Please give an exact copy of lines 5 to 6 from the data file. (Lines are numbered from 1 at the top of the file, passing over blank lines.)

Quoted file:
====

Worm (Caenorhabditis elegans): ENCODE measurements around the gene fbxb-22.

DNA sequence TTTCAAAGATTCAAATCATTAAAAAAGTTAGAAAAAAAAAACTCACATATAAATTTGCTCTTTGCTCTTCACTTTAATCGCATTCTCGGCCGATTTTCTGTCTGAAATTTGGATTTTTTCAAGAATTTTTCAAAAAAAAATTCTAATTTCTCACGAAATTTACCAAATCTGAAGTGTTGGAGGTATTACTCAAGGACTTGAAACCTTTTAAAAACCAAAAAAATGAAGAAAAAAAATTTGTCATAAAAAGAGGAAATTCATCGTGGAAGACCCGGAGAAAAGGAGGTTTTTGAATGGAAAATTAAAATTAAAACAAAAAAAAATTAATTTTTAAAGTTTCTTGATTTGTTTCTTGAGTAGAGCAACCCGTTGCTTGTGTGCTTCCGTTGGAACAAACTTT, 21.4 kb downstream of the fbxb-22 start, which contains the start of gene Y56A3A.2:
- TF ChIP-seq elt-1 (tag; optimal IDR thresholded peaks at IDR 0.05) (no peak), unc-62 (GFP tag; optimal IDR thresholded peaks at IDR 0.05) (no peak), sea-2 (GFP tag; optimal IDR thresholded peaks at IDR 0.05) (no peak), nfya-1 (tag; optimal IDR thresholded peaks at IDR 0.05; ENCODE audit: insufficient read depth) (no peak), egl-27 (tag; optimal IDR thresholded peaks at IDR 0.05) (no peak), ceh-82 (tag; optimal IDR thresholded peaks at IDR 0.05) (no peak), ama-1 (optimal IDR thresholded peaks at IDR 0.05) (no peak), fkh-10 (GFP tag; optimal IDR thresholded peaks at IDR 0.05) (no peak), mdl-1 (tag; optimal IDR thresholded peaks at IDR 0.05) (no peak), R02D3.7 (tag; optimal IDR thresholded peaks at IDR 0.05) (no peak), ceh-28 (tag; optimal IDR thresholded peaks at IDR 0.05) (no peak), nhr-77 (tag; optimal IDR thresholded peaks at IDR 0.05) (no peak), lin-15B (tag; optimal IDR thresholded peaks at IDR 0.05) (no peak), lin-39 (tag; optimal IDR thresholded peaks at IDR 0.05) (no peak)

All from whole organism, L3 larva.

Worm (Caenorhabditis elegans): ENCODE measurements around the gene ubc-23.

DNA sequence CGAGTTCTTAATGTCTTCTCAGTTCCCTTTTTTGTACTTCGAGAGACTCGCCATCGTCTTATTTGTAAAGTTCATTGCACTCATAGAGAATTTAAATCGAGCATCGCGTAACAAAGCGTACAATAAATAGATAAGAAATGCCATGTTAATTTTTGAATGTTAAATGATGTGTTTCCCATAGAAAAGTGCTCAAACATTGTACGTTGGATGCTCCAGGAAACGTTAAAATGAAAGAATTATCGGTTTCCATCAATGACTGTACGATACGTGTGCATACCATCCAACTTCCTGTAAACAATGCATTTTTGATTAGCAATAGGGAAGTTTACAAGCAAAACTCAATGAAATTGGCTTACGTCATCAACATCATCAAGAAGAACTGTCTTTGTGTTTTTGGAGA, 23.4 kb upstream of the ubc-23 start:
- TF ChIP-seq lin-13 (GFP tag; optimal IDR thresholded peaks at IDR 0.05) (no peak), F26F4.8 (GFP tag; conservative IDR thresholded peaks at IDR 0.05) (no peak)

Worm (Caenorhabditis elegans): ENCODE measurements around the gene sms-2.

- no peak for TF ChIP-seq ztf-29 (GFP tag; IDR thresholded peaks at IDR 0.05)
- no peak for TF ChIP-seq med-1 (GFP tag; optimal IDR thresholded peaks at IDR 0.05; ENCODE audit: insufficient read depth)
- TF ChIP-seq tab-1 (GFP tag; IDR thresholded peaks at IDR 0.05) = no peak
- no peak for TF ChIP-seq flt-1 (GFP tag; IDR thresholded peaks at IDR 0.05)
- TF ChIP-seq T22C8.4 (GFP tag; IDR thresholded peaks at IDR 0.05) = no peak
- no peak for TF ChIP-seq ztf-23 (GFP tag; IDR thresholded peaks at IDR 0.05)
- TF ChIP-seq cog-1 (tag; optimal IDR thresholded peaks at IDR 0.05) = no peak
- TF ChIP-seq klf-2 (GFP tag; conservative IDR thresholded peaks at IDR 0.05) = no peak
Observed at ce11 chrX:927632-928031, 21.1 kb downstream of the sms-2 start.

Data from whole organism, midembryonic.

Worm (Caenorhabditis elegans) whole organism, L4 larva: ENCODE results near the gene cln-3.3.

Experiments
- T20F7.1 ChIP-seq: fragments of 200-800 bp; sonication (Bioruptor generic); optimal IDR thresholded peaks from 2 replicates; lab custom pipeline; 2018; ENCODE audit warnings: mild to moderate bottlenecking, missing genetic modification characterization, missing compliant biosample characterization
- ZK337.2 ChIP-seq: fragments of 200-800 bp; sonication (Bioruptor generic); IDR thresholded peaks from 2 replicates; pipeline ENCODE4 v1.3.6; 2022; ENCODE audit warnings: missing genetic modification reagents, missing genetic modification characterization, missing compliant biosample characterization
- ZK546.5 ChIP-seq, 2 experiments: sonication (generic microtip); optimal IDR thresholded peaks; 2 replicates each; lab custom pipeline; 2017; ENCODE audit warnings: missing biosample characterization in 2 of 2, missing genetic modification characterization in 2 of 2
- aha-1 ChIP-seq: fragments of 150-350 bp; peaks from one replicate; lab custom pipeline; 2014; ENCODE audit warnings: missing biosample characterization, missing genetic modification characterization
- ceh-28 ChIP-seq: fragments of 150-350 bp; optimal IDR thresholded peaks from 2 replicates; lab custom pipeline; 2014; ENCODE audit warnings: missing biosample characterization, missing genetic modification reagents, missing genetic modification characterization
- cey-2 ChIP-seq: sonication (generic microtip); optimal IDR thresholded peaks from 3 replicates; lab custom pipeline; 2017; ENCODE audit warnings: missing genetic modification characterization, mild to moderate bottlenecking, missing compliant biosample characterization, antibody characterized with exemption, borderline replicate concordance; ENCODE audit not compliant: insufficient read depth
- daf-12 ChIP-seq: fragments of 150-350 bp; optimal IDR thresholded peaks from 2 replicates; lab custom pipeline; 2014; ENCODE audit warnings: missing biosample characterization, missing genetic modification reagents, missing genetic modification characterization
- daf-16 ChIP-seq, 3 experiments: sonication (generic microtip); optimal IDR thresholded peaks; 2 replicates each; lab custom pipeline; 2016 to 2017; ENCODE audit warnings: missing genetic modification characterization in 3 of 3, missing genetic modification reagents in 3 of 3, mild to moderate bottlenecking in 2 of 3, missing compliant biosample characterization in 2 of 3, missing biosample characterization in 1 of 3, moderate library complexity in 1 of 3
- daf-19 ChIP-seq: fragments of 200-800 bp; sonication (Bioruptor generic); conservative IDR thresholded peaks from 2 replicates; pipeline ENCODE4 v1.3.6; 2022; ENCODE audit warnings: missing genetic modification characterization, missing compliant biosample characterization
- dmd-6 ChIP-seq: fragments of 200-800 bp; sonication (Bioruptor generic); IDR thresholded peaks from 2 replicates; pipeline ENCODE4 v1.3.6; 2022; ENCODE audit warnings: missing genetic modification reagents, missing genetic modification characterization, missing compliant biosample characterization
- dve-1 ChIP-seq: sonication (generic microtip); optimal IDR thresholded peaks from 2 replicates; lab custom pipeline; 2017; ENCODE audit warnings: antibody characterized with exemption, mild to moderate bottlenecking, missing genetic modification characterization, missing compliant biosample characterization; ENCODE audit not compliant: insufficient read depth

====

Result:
Worm (Caenorhabditis elegans): ENCODE measurements around the gene ubc-23.

DNA sequence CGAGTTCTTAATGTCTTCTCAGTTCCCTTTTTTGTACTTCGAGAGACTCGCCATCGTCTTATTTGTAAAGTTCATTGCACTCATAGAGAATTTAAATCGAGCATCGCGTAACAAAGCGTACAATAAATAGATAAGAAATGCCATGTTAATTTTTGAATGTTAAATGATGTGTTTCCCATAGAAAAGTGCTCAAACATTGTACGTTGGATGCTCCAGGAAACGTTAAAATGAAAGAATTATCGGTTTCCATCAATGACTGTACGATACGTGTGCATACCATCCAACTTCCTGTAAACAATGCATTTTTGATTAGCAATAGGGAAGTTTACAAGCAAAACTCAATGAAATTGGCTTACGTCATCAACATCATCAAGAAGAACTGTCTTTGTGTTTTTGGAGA, 23.4 kb upstream of the ubc-23 start: